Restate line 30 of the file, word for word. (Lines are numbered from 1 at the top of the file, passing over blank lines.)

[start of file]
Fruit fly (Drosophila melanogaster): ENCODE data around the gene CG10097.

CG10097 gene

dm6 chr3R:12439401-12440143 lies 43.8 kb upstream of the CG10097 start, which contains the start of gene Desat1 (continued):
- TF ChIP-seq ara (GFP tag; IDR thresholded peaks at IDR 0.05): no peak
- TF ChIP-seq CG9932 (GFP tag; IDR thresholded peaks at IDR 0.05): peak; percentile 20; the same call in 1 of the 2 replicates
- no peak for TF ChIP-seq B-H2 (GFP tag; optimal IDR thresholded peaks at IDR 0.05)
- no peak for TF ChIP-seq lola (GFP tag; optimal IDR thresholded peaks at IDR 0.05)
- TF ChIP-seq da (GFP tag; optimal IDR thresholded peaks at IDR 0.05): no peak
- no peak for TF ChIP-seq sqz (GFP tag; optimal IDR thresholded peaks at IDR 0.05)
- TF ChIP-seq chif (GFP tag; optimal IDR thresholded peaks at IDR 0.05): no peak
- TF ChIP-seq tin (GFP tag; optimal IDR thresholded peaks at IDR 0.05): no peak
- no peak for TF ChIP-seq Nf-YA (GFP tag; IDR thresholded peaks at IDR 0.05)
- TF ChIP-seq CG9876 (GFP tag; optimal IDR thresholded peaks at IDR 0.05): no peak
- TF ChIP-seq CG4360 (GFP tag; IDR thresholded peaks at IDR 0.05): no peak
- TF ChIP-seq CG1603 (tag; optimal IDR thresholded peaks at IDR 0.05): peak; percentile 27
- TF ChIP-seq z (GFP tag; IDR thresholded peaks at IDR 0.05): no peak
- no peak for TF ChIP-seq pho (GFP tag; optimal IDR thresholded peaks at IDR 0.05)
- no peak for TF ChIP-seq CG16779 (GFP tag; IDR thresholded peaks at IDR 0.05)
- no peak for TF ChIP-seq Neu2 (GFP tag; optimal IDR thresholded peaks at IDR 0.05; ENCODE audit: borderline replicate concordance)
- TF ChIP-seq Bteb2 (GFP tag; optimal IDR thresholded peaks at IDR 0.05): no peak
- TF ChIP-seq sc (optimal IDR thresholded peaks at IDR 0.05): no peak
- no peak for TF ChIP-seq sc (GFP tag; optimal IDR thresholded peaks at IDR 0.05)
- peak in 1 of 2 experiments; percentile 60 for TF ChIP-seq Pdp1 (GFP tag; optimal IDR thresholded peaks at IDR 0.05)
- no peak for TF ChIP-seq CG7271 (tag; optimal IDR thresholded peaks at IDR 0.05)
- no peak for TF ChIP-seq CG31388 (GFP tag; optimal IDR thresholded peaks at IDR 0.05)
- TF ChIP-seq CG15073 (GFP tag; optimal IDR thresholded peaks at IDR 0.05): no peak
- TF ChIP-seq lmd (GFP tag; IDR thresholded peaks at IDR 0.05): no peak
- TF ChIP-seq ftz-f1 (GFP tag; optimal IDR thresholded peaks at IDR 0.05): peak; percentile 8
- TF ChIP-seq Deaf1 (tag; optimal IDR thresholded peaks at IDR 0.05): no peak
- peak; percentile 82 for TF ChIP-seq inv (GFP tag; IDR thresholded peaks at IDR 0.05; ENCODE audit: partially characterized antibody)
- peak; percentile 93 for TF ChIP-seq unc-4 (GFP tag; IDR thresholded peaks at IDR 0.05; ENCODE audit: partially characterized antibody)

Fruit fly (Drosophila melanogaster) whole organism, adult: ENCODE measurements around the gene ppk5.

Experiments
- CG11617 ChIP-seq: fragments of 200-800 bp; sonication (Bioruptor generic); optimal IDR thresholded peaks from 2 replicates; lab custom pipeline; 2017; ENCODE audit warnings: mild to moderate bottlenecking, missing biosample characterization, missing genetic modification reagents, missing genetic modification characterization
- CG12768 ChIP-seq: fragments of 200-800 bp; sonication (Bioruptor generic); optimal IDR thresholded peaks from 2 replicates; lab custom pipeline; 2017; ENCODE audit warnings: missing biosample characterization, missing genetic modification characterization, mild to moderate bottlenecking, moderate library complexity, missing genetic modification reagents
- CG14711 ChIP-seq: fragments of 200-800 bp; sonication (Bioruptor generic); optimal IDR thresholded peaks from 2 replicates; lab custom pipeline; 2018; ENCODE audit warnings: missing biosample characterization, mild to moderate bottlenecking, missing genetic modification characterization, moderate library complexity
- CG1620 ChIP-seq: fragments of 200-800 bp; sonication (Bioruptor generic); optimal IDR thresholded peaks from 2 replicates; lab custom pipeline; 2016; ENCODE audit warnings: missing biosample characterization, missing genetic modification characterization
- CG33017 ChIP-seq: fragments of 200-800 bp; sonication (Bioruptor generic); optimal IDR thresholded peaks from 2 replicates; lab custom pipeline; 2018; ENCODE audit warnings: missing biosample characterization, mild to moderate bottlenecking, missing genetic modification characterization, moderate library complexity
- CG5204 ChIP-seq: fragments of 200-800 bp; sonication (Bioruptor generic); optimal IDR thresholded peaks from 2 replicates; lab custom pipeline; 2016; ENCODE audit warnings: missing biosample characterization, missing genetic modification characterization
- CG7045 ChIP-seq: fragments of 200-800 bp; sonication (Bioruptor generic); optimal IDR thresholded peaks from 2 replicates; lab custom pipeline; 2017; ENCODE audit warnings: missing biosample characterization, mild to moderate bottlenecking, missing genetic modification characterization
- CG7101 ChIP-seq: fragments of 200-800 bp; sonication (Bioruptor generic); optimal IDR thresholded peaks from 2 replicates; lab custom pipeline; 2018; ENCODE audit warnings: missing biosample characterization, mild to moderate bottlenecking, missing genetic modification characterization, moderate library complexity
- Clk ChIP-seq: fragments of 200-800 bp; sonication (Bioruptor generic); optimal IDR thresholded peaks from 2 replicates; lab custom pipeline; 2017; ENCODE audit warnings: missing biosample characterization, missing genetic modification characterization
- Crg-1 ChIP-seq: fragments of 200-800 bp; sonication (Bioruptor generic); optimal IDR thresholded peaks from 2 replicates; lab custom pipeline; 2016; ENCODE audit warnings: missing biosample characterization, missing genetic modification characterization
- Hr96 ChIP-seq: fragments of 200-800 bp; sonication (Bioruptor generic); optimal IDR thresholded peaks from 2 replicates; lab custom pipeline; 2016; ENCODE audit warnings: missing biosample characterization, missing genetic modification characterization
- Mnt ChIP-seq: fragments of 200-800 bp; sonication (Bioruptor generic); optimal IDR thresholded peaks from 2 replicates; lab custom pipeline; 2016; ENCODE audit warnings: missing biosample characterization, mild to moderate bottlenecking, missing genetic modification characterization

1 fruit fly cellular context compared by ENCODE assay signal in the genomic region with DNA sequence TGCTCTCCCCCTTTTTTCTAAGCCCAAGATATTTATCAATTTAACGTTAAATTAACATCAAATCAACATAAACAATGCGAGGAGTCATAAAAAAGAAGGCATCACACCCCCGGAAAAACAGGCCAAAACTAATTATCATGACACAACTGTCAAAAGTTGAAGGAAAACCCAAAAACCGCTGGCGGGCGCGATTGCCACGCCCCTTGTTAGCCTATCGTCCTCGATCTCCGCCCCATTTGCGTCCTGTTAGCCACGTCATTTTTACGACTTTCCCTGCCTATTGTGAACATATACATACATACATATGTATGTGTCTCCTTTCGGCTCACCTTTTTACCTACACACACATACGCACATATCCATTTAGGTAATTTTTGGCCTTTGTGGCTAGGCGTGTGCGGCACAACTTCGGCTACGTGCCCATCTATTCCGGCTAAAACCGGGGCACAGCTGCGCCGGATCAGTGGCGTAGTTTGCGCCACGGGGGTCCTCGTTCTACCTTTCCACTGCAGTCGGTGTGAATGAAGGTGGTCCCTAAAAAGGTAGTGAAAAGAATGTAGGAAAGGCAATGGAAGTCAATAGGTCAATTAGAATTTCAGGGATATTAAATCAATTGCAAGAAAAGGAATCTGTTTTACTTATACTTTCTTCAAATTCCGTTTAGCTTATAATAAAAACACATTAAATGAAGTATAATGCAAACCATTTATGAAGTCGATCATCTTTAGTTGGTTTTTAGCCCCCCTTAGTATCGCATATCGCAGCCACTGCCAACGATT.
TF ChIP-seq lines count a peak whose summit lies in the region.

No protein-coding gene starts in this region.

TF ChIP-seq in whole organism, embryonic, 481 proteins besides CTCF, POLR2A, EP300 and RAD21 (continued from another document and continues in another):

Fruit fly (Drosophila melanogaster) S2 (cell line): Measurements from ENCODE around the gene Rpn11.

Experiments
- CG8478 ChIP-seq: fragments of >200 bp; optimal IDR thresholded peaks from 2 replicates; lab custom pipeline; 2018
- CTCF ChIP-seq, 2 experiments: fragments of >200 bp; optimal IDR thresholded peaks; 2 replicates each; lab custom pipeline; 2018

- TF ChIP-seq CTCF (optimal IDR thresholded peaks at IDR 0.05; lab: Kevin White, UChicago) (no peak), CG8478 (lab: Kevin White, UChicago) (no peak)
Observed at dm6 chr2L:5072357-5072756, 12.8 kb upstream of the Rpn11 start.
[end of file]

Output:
- peak; percentile 82 for TF ChIP-seq inv (GFP tag; IDR thresholded peaks at IDR 0.05; ENCODE audit: partially characterized antibody)